Referring now to the drawing, a blown plastic bottle 10 is illustrated in combination with a product dispensing pump 12. The bottle 10 comprises a hollow body portion 14 that includes a neck or neck portion 16. The bottle neck includes a horizontal step 20 which defines an abruptly reduced upper neck section 18.

A pump actuator is integral with bottle 10 and comprises a relatively thin, hollow member or handle-like extension 22 which at its base 24 is pivotally and flexibly joined to body portion 14. The actuator is spaced laterally from bottle neck 16 a distance such that the bottle neck assists to define a convenient back hand rest or hand rest surface 26, while the fingers of the hand extend forwardly to grip actuator 22 through a series of finger indentations 28. The upper end portion of the actuator is operably associated with dispensing pump 12.

The dispensing pump includes a pump housing 30 comprising a vertical cup 32 and an integral horizontal pump head section 34. Cup 32, which defines the upper area of back hand rest 26, rests on step 20 with the aid of a downwardly open, cylindrical groove 36 which seats over reduced neck section 18. A lip 38 of the reduced neck fits with a detent 40 in the profile of groove 36 to fasten the pump to bottle 10.

Pump head section 34 comprises a horizontal, stationary, cylindrical piston 42. Piston 42 terminates in a piston head 44 defining a vertical piston face 46. A pump barrel 48 is coaxial about piston 42. A radial space between the pump barrel and piston 42 defines a slideway 50 in which there is disposed a spring 52. A moveable piston cylinder 54 travels reversely in the slideway. A travel limiting stop 56 interferes with a lip 58 defined by piston cylinder 54, to define the extreme forward position of the piston cylinder. A latch 60 depends from the piston cylinder at a position outwardly of slideway 50, and is connected to actuator 22. An interference avoiding cutout 62 is defined at the underside of pump barrel 48 in alignment with latch 60.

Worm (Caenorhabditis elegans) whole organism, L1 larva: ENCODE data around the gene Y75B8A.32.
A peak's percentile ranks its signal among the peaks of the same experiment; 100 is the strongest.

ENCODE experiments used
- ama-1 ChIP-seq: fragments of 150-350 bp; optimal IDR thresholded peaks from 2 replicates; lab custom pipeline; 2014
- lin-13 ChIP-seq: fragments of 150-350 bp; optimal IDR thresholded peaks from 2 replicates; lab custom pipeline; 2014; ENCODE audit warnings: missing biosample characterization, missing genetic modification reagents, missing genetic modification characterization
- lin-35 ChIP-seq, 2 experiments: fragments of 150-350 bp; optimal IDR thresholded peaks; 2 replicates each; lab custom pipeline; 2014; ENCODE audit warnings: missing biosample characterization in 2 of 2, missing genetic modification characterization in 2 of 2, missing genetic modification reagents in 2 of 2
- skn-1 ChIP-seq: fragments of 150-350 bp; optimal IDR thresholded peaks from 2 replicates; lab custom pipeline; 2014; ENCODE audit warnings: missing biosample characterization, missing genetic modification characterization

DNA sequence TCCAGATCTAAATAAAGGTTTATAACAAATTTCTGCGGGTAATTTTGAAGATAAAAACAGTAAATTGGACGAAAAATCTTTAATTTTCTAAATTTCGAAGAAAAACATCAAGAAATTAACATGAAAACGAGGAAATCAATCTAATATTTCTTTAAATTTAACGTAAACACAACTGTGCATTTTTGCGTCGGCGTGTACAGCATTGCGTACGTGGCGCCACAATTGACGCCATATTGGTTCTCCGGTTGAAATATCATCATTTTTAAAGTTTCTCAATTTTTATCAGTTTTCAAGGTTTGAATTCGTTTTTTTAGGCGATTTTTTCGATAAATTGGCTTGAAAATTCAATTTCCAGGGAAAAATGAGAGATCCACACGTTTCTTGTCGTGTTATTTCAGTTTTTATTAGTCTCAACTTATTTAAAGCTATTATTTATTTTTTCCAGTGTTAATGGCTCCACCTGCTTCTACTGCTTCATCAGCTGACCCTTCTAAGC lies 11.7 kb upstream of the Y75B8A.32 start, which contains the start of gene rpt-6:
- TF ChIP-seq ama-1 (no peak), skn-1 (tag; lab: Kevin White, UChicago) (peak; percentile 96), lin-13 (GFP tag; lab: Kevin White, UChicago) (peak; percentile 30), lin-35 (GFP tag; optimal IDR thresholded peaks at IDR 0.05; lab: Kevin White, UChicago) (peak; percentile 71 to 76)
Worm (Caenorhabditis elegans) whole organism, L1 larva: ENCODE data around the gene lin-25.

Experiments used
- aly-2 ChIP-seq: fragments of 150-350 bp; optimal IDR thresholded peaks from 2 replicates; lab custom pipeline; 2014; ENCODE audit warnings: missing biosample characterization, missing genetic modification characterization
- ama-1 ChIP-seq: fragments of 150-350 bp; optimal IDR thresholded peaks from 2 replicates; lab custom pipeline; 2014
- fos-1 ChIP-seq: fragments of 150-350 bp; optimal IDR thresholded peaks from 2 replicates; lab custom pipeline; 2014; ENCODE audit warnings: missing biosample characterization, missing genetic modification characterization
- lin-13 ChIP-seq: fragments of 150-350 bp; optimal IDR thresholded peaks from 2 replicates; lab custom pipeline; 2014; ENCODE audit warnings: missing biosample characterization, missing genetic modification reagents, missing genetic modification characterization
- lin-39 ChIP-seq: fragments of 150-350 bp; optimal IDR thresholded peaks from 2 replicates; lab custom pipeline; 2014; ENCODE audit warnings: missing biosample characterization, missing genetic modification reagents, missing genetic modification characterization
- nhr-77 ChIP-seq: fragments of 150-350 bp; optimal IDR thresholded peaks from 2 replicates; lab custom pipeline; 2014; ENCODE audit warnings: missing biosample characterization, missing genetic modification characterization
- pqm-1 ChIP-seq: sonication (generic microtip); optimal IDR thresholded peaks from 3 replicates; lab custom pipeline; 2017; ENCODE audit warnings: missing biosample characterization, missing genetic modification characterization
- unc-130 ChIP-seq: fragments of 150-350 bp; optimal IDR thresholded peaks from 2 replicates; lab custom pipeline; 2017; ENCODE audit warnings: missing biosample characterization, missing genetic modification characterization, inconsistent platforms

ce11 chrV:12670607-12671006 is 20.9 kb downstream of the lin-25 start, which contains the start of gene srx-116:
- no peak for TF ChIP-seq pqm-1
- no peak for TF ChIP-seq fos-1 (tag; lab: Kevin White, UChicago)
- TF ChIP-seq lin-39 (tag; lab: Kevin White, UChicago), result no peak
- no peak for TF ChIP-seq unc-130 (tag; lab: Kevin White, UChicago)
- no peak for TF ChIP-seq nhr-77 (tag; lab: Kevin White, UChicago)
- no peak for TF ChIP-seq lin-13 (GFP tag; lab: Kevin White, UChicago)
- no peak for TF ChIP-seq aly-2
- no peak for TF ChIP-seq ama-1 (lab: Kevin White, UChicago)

Piston head 44 and piston cylinder 54 define an internal fluid displacement reservoir 72. A feed channel 74 is defined along the axis of piston 42, and communicates with the interior of bottle 10 through a dip tube 76, and vertical channel 78 defined in cup 32. Channel 74 discharges into reservoir 72 through a normally open ball check valve 80. The check valve seats with a valve seat 82 defined in piston face 46 with the aid of a small ball orientating projection 84 positioned at the base of the valve seat. A rubber boot 86, defining perforations 88, retains the ball check valve in near position to the valve seat. The boot includes a rim 90 which defines a thickened peripheral edge 92 that is depressed into a cylindrical groove 94 defined by piston head 44 rearwardly of valve seat 82. Rim 90 forms an "O-ring" seal between the piston and piston cylinder to prevent fluid seepage into slideway 50. The adjacent interface 96 between the piston cylinder and pump barrel 48 is non-sealed and provides communication between the atmosphere and the interior of bottle 10 through a bleed vent 98.